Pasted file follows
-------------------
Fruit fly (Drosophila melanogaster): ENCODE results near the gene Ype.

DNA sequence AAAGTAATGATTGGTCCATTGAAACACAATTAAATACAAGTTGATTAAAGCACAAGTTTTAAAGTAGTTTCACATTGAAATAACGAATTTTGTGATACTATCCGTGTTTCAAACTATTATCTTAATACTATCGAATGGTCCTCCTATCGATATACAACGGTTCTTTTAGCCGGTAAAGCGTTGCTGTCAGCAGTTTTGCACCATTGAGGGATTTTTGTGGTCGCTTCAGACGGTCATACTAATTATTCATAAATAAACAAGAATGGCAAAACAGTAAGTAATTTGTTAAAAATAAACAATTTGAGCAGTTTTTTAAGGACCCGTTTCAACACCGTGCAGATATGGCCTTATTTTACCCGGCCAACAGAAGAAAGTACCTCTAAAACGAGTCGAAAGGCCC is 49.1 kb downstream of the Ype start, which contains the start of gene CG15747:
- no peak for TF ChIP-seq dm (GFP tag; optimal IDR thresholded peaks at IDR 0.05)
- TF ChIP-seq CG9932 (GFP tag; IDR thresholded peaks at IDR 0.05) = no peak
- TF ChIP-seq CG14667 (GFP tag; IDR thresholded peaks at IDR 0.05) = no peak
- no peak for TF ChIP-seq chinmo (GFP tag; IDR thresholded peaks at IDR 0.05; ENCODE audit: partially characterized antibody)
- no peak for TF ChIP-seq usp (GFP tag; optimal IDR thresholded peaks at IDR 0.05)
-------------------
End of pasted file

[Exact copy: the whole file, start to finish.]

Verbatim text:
Fruit fly (Drosophila melanogaster): ENCODE results near the gene Ype.

DNA sequence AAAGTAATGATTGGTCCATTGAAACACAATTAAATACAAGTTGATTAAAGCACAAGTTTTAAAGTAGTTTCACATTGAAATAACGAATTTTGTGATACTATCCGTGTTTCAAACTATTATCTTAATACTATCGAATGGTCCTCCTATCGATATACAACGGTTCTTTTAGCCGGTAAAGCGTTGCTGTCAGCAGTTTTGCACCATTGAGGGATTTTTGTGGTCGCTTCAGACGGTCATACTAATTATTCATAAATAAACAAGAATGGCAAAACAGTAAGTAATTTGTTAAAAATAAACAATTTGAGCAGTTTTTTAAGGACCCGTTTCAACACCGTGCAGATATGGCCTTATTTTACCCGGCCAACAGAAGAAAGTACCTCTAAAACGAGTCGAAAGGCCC is 49.1 kb downstream of the Ype start, which contains the start of gene CG15747:
- no peak for TF ChIP-seq dm (GFP tag; optimal IDR thresholded peaks at IDR 0.05)
- TF ChIP-seq CG9932 (GFP tag; IDR thresholded peaks at IDR 0.05) = no peak
- TF ChIP-seq CG14667 (GFP tag; IDR thresholded peaks at IDR 0.05) = no peak
- no peak for TF ChIP-seq chinmo (GFP tag; IDR thresholded peaks at IDR 0.05; ENCODE audit: partially characterized antibody)
- no peak for TF ChIP-seq usp (GFP tag; optimal IDR thresholded peaks at IDR 0.05)